A song written about Richard Thompson and her admiration for him as a musician. Richard Thompson doesn't play on this and was probably very embarassed by the whole thing, being generally quite a modest chap....
I think Sandy's third album 'Like An Old Fashioned Waltz' might be my favourite of hers. It's perhaps a bit of a guilty pleasure as many of the songs have a very overwrought sentimental orchestral backing, but the songs are gorgeous. This is the opening track from that album and even has a choir backing!.
11. Like An Old Fashioned Waltz
The title track is more sparsely backed with Sandy relying mostly on her voice and Piano playing, though the strings do take up the melody as the song progresses. I love the vocal on this one, some quite flowery bits in places like she's 'Doing a Whitney' or something!.
12. Dark The Night
Not one of the better tracks on the album this is still another great lush ballad with a quite funky organ solo in the middle by John 'Rabbit' Bundrick [now keyboard player with The Who].
13. No End
Sandy Denny doesn't really 'do' rock, so by track 13 of this compilation we are still in ballad territory. When you're THIS good at it though, who cares?, I like the bit where she lights a cigarette in the middle, this is the sort of track that would have someone blubbing in the right circumstances....
14. One Way Donkey Ride
In 1974 Sandy rejoined Fairport Convention for a year or so and recorded the 'Rising For The Moon' album. When she returned to her solo career in 1977 its fair to say that the music industry had changed a bit. Singer-songwriters were a bit 'old hat' and this sort of thing was far too 'soft' for most tastes. It's a shame because her last album 'Rendezvous' has some great moments, and 'One Way Donkey Ride' is a very decent bit of songwriting even if the strings are now making up for some shortcomings in Sandy's voice, which was taking the strain of her drink and drug habits.
15. I'm A Dreamer
Having said that about her voice, this is possibly the most impressive vocal on the album and shows her skills as a songwriter were still in fine fettle.
16. All Our Days
This is a bit longwinded and probably one of the few tracks that I would reach for the skip button on, there is no need for it to be well over 7 minutes in length, but it is more experimental than some of the other tracks on the album and has a Brass backing, making it sound quite 'film soundtrack' like. I was reminded of John Barry's Bond soundtracks in places. Can't say she wasn't trying to do something a bit different. I think a lot of people working today who use this kind of 'classical meets rock' melding [Rufus Wainwright is an example] were influenced by this kind of thing. Lush Baroque Pop in 1977 was never going to go down well.......heard now though I think it would get a more sympathetic hearing. It's still a bit too long though.....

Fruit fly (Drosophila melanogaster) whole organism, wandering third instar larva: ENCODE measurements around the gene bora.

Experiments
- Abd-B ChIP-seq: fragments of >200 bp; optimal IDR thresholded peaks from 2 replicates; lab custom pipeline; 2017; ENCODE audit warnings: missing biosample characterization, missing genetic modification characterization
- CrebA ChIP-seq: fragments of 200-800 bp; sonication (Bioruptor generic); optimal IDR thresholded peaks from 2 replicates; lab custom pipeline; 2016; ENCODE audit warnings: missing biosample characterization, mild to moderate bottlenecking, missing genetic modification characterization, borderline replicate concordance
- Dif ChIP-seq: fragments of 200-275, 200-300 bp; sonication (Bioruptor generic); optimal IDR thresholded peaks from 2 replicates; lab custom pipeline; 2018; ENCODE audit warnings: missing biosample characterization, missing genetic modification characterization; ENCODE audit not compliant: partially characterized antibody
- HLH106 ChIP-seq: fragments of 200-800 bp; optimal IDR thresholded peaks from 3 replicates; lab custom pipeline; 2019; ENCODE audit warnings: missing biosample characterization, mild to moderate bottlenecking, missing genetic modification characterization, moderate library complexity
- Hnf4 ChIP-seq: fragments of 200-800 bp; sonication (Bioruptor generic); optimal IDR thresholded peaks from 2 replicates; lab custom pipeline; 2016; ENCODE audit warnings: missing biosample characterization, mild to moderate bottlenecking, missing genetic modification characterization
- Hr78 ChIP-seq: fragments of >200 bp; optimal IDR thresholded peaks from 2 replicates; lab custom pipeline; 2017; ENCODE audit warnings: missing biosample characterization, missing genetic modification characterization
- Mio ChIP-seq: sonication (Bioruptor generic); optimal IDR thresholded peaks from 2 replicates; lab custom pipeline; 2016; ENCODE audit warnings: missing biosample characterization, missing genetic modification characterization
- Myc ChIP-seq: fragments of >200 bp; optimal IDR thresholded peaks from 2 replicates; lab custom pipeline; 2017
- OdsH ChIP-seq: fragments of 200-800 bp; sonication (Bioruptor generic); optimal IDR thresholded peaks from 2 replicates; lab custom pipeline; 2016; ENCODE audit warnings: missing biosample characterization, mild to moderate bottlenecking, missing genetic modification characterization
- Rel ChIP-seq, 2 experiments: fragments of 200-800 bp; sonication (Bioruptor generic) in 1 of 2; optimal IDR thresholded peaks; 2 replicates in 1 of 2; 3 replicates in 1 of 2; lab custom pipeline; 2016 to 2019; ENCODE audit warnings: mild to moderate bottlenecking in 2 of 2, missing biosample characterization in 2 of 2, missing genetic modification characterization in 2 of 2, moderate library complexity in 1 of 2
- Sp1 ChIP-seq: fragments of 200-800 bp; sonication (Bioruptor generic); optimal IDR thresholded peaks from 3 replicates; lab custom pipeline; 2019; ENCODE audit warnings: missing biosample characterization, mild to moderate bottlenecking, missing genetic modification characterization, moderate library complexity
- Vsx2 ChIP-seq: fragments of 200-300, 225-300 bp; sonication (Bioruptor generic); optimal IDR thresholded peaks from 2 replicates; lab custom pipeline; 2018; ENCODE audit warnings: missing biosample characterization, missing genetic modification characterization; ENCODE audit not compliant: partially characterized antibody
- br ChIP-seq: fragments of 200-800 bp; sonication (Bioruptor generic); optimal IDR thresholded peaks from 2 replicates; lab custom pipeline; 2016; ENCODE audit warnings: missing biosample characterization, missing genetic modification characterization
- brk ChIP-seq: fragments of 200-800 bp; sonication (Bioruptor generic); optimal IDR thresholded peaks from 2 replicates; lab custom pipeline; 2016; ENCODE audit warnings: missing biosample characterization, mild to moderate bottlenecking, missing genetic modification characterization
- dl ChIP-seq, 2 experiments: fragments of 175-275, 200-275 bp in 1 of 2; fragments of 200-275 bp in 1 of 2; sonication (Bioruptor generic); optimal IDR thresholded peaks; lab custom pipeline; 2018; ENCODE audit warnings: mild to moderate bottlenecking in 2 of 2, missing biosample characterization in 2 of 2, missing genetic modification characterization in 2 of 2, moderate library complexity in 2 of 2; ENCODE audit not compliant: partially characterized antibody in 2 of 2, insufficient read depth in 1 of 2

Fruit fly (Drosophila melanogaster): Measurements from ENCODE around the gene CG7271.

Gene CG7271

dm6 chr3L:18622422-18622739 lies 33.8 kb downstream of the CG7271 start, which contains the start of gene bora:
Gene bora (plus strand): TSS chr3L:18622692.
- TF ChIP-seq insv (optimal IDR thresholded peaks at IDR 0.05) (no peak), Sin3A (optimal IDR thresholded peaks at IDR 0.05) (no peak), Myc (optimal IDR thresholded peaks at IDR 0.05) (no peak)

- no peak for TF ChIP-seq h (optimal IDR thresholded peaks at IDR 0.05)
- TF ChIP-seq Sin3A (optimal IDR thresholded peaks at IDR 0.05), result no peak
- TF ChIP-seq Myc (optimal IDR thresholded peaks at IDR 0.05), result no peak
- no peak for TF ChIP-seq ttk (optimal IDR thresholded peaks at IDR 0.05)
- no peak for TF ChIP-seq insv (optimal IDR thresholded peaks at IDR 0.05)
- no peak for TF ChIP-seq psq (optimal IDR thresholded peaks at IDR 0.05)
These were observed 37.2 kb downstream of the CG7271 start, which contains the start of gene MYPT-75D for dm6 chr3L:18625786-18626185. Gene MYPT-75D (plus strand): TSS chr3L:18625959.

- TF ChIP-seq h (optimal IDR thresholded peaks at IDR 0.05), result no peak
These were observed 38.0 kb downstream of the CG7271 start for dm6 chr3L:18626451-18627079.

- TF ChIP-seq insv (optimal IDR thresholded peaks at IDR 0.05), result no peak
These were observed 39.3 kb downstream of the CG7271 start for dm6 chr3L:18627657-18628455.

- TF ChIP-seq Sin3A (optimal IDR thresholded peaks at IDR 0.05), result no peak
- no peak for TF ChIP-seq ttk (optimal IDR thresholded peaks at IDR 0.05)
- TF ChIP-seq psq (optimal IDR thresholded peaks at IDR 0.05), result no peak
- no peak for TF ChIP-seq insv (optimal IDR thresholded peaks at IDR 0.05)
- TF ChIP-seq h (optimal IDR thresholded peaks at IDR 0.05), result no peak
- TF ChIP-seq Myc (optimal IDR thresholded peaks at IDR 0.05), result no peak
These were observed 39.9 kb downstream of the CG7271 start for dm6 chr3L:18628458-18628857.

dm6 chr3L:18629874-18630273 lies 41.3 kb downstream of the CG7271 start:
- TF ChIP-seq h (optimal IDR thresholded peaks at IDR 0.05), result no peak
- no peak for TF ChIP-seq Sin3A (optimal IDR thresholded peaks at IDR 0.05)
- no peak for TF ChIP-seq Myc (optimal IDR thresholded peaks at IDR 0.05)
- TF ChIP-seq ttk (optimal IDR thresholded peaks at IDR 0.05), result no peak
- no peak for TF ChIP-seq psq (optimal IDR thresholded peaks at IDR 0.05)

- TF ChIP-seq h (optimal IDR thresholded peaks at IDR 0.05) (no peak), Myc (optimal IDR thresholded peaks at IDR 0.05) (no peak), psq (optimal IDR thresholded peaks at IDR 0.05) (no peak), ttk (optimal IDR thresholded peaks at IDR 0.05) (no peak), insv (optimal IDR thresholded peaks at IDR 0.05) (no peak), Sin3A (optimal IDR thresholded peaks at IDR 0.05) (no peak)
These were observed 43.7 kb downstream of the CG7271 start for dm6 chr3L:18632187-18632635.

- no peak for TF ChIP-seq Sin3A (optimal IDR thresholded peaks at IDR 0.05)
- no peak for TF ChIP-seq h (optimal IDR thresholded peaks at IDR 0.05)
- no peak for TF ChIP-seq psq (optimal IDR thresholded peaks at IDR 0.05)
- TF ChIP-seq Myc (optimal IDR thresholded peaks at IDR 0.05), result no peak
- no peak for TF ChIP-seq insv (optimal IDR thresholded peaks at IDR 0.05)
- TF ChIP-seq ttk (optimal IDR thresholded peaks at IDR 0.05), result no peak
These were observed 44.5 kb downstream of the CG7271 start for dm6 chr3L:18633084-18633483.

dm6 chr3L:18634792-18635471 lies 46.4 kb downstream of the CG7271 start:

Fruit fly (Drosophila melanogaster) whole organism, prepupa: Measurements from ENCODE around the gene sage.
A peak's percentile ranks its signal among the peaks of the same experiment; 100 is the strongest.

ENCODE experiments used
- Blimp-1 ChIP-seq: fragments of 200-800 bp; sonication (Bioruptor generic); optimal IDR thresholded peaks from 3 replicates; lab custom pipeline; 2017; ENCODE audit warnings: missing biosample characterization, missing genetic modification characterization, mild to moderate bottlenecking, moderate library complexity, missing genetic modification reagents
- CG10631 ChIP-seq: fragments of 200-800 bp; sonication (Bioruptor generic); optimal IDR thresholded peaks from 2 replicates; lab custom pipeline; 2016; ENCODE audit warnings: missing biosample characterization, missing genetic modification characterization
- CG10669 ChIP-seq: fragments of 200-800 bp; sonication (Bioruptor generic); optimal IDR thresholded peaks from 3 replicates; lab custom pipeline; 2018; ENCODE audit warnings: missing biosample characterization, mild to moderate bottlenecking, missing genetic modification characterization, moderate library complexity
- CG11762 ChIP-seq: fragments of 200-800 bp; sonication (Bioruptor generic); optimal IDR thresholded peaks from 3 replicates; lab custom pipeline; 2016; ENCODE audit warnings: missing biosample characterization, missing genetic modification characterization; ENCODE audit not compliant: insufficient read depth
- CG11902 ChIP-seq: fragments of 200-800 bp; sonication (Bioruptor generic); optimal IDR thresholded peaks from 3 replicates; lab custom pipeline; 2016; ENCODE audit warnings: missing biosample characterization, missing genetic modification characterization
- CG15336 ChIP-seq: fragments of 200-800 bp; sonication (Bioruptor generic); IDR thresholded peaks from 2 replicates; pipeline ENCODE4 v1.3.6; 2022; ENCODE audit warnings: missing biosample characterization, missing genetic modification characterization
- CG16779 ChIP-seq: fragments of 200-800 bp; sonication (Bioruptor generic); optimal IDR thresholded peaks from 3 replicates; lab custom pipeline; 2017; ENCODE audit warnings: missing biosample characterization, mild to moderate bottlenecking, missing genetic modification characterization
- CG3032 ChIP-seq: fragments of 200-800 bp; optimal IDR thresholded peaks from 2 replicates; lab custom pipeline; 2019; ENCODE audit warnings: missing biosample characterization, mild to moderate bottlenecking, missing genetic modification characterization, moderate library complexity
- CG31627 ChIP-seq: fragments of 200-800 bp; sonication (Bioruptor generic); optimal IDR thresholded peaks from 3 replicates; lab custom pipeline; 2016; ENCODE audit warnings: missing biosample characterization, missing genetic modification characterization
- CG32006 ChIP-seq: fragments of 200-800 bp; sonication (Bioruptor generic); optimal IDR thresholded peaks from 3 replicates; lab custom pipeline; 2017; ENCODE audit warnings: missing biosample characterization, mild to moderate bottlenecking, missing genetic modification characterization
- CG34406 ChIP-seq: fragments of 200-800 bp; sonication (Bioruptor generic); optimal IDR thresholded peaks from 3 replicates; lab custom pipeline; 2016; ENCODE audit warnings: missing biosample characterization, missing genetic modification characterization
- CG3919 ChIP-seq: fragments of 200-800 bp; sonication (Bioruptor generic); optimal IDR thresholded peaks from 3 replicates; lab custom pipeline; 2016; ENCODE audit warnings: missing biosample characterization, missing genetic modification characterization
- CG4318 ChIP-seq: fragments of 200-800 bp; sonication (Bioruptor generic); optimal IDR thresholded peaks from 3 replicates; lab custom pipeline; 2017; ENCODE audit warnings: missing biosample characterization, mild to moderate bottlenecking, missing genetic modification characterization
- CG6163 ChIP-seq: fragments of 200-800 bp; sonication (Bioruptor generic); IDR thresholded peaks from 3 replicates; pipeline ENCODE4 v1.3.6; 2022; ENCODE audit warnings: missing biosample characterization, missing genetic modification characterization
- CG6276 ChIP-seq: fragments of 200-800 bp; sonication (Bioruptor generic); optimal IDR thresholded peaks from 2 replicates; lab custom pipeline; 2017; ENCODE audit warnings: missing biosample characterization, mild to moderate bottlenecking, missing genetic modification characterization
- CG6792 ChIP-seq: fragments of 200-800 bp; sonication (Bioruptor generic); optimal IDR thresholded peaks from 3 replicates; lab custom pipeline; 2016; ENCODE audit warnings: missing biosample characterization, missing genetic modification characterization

17. No More Sad Refrains
A short romantic ballad which both closes this album and was the last song to be heard on record by Sandy Denny before her death a year later. The title is often used to name a compilation or Biography of Sandy Denny, but its a fairly average track in her impressive catalogue.
So there we go, if you don't like 'folk' music you may have an image in your mind of what this is before you've heard it, but if you like Singer-songwriters, you really need to listen to Sandy Denny, clearly a lot of people making music today have, I hear echoes of her stuff in lots of people's work from Kate Bush to Tori Amos to Regina Spektor.
Also check out the Sandy Denny fronted Fairport Convention it was there that she composed probably her most covered and well known song 'Who Knows Where The Time Goes?', along with interesting and well interpreted covers of both Bob Dylan's songs and traditional English folk songs. It's a great shame that she died when she did as it would have been great to see what kind of career she might have had.
I went on to buy the 4 solo albums as a result of getting this compliation, and if you like what you hear you may want to do the same. The good news is that Island Records remastered these in 2005 so at least the catalogue has been well preserved even if it is still under-appreciated. 'Listen Listen' can be bought cheaply on Amazon UK and is a perfect introduction to the music of Sandy Denny.
Summary: Give it a go